By Kraig Becker --
The April 25 earthquake that devastated Nepal continues to have a far-reaching impact on the country, and will no doubt shape its future for decades to come. Now that things have calmed down there to a degree, the rebuilding and recovery process is finally getting underway at long last.
In addition to the significant damage done to Nepal's infrastructure, and the tragic loss of life, the country is now facing another major challenge in terms of how it will rebuild its economy in the wake of this disaster. Recent reports estimate that $10 billion of damage was done by the quake, which is half of the country's GNP. That may be hardest challenge to overcome of them all.
Nepal is one of the poorest countries in the world, and its remote rural regions depend on tourism to survive. But foreign travelers are nonexistent in the country at the moment, as many travel companies have cancelled their tours, and are taking a "wait and see" attitude as to when they could possibly return. The Ministry of Tourism issued a statement saying that most parts of the country are safe and free from problems, including the famous trekking routes to Annapurna and Everest. But a number of villages have been completely flattened in those areas, and many of the the traditional teahouses that typically house visitors along those hikes have suffered some damage too.While those areas may be safe, they don't necessarily have the infrastructure in place to support visitors right now.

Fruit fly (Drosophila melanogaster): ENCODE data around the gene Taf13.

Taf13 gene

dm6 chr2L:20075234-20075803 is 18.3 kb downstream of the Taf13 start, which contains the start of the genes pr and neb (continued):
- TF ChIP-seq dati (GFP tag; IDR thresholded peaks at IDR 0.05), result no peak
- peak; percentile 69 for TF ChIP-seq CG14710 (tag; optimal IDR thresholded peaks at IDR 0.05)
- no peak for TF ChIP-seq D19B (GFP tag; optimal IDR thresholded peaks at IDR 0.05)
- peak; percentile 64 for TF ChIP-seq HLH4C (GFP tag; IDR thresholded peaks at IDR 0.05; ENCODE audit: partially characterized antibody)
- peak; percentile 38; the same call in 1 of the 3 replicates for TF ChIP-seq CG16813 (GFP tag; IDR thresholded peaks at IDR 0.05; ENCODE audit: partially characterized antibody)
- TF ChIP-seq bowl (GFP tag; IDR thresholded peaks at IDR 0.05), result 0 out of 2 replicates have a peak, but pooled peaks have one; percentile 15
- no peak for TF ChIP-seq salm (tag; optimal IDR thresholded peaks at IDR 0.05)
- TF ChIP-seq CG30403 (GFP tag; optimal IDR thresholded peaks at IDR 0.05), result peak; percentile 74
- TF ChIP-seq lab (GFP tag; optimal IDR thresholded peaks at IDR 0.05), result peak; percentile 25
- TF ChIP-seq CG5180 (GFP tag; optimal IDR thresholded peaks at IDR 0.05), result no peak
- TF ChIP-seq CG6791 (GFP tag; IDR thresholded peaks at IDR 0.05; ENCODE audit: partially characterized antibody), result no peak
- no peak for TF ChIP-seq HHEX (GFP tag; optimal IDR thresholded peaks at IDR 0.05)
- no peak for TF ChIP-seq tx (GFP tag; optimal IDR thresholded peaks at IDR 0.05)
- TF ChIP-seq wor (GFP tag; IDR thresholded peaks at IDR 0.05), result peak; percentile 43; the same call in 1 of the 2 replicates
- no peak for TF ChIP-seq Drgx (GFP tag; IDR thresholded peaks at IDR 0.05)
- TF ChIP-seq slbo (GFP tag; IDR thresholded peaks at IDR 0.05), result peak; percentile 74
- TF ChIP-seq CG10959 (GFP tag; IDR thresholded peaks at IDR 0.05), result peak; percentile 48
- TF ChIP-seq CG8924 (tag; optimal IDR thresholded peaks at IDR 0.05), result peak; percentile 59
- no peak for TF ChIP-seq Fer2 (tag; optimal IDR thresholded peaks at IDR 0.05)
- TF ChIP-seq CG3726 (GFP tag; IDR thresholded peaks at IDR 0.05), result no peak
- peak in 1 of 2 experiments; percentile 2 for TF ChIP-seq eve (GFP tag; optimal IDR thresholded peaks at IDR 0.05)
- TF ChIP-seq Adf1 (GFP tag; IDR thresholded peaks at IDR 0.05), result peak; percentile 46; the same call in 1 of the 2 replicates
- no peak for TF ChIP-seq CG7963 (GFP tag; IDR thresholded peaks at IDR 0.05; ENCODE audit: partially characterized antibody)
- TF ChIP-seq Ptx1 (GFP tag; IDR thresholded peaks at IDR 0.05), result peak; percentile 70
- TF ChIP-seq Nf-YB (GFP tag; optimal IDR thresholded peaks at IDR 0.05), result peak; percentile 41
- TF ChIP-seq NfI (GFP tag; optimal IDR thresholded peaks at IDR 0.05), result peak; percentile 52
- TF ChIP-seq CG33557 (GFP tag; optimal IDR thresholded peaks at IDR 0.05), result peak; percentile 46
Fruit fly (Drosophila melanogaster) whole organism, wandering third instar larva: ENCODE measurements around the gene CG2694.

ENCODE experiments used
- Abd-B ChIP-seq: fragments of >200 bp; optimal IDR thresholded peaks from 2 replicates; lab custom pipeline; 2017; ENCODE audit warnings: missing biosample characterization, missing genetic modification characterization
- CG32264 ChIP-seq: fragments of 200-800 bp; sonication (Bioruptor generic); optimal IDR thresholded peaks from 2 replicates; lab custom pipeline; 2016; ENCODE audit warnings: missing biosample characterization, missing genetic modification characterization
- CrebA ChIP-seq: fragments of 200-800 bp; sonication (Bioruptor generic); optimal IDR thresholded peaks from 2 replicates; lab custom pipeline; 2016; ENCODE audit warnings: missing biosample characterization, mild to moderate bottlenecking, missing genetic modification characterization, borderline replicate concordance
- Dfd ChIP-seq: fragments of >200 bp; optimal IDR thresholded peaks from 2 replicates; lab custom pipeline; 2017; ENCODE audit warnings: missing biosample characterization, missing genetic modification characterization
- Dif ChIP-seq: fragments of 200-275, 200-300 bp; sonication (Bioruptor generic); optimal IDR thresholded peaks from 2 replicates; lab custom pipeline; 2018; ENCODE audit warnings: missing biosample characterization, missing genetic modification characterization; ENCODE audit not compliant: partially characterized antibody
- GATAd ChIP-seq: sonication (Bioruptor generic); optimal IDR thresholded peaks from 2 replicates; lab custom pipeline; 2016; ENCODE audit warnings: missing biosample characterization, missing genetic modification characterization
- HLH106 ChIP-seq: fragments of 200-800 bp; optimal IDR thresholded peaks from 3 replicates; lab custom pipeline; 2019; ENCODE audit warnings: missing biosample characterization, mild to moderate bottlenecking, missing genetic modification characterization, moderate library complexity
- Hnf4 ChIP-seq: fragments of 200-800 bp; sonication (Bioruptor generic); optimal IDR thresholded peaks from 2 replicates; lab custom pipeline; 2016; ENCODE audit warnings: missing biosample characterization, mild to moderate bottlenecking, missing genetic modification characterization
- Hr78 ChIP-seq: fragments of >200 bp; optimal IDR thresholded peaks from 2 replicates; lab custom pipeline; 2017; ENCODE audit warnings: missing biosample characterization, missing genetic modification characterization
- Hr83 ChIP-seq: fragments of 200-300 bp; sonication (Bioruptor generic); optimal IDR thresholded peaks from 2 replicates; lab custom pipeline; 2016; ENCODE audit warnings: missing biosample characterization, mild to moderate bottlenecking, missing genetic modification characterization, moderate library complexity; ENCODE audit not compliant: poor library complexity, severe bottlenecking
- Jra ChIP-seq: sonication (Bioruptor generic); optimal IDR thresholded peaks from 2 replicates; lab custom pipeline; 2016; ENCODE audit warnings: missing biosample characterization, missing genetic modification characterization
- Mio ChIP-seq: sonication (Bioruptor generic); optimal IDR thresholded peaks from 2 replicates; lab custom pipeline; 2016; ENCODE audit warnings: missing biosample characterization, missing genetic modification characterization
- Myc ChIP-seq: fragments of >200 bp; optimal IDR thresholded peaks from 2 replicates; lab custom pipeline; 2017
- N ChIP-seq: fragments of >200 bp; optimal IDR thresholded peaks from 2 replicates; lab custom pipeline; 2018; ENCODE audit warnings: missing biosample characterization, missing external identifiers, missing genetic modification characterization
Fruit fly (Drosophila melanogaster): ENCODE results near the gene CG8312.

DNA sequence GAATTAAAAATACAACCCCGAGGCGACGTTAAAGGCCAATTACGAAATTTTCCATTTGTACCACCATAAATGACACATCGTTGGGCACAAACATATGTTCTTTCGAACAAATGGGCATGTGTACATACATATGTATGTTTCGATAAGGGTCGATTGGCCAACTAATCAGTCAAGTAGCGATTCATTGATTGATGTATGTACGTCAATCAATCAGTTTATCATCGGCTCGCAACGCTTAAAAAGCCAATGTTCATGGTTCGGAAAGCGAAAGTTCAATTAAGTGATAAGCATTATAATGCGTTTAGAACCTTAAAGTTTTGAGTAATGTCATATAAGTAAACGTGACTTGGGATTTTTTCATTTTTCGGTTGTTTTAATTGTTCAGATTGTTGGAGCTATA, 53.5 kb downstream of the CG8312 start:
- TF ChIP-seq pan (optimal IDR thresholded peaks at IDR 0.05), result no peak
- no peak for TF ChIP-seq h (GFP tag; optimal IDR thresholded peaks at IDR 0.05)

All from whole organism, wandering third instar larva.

It is true that much of the damage from the earthquake is found in just 8 of the country's 75 districts. Only one of its national parks has been affected, and all highways and roads are said to be open. Of the 8 UNESCO World Heritage Sites, two have been damaged and are already starting to be repaired. About 90% of the hotels in Kathmandu Valley are open, and accepting visitors, and all airports are open and operating too.
Knowing all of that, it is technically safe to travel in Nepal at the moment, but that doesn't mean it is is a good place to be. There is a lot of clean-up that needs to be done, and the people there are only now starting to heal. While the government is ready to get the tourism economy going once again, the average Nepali person is still busy putting their lives back together. The road to recovery is going to be a long one, and tourism will eventually have a part to play. But for now, it simply isn't time to go unless you are there to help contribute to the recovery process. http://adventuretravel.about.com/
The outpouring of support for Nepal from the outdoor and adventure travel community has been impressive to say the least. Dozens of companies have joined together to raise funds for the struggling country, while others, such as Eureka!, have donated tents, sleeping bags, and other gear to help protect Nepali citizens, many of whom no longer have homes. But there are a number of other initiatives in motion as well, some of which are designed to have a long lasting impact on Nepal's future. For instance, the Adventure Travel Trade Association (ATTA) has announced that it plans to hold AdventureWeek Rebound-Nepal to bring a focus on the return of tourism to the country. There is no date set for the event just yet, but the ATTA is considering possibly holding it as soon as this summer, most likely post-monsoon season.
( The writer is Adventure and Outdoor travel expert . Courtesy : adventuretravel.about.com June 1, 2015 )